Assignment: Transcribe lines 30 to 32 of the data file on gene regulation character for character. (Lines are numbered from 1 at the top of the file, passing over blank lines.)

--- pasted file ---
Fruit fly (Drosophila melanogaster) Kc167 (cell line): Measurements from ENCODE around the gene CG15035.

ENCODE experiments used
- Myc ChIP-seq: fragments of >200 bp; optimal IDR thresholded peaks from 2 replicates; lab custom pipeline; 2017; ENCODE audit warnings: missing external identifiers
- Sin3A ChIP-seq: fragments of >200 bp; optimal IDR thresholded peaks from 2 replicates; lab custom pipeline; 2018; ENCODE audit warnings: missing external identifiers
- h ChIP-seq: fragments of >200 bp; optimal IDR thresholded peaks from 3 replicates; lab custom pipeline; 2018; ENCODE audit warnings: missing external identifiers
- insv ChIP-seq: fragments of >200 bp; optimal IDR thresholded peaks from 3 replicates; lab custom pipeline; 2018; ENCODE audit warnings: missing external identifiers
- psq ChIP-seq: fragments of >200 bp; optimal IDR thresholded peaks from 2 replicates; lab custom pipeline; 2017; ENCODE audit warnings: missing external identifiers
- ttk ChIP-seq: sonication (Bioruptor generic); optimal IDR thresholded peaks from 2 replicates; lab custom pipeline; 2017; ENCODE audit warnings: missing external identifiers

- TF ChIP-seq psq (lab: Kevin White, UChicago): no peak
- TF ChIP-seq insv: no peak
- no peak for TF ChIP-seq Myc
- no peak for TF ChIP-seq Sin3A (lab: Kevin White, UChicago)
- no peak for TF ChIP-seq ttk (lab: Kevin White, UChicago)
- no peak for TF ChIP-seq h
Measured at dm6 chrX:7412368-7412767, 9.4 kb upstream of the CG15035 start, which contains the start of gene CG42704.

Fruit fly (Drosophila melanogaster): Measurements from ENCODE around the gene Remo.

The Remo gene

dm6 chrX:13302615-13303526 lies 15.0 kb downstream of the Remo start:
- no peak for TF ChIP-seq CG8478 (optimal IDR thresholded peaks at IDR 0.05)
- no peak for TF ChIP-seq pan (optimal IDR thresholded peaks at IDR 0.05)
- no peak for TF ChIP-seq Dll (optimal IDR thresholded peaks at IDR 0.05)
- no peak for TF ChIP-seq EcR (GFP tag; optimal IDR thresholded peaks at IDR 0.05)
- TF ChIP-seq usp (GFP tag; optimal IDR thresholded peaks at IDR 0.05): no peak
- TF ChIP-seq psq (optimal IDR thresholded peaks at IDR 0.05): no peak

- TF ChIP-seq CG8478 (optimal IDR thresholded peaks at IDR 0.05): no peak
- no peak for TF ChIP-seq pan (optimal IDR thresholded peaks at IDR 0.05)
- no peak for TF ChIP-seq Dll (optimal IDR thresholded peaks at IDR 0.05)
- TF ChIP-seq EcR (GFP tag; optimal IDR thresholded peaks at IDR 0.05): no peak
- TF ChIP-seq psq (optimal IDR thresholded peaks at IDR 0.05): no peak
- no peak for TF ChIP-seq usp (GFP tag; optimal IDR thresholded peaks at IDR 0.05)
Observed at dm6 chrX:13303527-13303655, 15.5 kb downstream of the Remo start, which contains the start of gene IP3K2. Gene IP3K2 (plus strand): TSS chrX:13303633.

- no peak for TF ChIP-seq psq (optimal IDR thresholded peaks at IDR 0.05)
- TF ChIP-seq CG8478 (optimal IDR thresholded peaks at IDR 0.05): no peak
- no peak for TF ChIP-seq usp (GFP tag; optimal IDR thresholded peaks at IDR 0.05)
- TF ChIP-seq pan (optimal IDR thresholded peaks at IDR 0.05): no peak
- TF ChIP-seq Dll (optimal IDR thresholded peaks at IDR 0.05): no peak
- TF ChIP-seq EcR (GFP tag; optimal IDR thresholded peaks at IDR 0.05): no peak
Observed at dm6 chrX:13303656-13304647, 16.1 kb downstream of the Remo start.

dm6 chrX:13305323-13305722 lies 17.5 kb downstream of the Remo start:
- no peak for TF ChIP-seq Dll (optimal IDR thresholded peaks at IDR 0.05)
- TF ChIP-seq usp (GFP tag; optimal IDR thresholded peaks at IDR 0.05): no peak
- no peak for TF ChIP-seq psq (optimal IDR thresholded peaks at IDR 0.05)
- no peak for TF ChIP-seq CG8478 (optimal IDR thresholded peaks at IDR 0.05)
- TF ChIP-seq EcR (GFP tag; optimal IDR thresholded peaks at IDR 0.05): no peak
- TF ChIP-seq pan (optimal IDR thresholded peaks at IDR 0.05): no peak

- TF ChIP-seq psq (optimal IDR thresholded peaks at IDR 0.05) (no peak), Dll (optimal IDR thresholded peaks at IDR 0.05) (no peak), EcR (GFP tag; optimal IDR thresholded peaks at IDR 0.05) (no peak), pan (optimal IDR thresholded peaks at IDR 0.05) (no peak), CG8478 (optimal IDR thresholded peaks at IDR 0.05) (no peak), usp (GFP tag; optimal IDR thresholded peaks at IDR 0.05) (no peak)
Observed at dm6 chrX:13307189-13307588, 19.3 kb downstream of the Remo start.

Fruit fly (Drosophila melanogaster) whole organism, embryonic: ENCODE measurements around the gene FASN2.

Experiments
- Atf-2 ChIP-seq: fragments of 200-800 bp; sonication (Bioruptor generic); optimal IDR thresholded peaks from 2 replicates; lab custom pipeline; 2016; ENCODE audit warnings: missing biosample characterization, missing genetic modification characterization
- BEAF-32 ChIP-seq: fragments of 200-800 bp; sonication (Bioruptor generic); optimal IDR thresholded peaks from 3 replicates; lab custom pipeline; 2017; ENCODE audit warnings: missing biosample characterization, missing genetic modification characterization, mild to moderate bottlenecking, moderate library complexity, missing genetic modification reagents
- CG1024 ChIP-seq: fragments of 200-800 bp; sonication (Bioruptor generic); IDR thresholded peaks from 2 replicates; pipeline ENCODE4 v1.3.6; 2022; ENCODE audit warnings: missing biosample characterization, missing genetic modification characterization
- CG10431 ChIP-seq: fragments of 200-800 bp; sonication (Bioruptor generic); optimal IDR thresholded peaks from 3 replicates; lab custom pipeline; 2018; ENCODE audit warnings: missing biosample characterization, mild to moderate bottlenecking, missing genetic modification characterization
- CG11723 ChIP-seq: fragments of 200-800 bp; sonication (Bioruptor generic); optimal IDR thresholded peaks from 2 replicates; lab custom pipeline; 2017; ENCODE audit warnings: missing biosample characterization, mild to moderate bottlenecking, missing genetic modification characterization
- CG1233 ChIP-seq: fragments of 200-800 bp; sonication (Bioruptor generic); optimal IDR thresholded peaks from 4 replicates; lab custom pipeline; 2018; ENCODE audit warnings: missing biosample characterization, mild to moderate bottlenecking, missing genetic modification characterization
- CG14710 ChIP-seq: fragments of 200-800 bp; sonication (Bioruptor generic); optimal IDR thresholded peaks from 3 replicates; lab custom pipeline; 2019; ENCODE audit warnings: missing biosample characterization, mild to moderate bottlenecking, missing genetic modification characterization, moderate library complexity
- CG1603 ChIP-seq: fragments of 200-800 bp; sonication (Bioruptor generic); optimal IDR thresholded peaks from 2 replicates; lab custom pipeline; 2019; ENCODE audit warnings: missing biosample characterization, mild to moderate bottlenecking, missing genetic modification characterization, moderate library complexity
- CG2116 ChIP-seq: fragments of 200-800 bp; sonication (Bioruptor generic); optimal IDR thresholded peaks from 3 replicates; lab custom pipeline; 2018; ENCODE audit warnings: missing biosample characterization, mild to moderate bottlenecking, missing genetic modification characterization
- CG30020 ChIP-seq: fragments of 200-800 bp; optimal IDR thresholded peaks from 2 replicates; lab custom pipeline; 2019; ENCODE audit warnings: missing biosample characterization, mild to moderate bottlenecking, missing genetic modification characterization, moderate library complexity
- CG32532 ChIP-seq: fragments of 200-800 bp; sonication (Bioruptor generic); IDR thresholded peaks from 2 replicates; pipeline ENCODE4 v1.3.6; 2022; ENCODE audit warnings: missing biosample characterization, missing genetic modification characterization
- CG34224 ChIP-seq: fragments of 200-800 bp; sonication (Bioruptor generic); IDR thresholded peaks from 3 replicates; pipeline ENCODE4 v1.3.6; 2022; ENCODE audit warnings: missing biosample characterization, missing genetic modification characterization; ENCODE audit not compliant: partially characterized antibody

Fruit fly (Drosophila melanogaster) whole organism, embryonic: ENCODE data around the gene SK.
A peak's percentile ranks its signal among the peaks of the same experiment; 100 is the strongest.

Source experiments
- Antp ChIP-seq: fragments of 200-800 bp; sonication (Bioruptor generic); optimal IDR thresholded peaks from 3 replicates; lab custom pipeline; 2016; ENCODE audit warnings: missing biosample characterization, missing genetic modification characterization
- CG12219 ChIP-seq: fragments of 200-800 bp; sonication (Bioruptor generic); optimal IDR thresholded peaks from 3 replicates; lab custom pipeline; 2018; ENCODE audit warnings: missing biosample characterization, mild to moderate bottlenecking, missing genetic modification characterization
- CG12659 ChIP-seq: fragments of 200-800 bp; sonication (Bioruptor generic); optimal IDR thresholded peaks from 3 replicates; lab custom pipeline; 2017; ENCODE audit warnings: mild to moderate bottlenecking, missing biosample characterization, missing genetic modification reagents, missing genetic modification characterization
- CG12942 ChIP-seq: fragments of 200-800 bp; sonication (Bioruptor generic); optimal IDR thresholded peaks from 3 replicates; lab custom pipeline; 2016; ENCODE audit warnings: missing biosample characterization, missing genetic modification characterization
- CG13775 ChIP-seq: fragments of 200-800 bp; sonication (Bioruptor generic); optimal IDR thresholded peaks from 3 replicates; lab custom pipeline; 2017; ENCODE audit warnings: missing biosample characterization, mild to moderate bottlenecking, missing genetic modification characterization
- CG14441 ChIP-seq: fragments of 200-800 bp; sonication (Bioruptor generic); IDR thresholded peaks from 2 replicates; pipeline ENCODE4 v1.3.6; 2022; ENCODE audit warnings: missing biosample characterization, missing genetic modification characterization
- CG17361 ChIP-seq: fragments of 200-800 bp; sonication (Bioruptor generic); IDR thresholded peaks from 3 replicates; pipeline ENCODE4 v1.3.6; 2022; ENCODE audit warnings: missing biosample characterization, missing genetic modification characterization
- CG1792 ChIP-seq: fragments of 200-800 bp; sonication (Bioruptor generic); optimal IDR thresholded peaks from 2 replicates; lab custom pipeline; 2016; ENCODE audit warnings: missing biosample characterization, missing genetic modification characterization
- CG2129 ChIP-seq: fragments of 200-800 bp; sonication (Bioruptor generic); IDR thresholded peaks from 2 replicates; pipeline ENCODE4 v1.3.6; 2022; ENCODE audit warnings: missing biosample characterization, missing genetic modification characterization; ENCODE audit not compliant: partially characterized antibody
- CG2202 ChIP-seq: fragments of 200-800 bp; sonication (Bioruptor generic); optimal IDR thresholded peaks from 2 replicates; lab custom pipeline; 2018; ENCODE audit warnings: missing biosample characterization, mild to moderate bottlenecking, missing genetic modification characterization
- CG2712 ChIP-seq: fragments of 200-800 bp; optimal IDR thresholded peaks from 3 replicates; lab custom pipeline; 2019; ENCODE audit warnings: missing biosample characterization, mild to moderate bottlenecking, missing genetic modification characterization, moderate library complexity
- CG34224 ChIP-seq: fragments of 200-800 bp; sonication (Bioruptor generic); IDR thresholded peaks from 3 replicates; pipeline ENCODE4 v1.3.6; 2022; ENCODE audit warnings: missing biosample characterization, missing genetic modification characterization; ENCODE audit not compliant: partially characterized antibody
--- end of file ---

- no peak for TF ChIP-seq usp (GFP tag; optimal IDR thresholded peaks at IDR 0.05)
Observed at dm6 chrX:13303527-13303655, 15.5 kb downstream of the Remo start, which contains the start of gene IP3K2. Gene IP3K2 (plus strand): TSS chrX:13303633.

- no peak for TF ChIP-seq psq (optimal IDR thresholded peaks at IDR 0.05)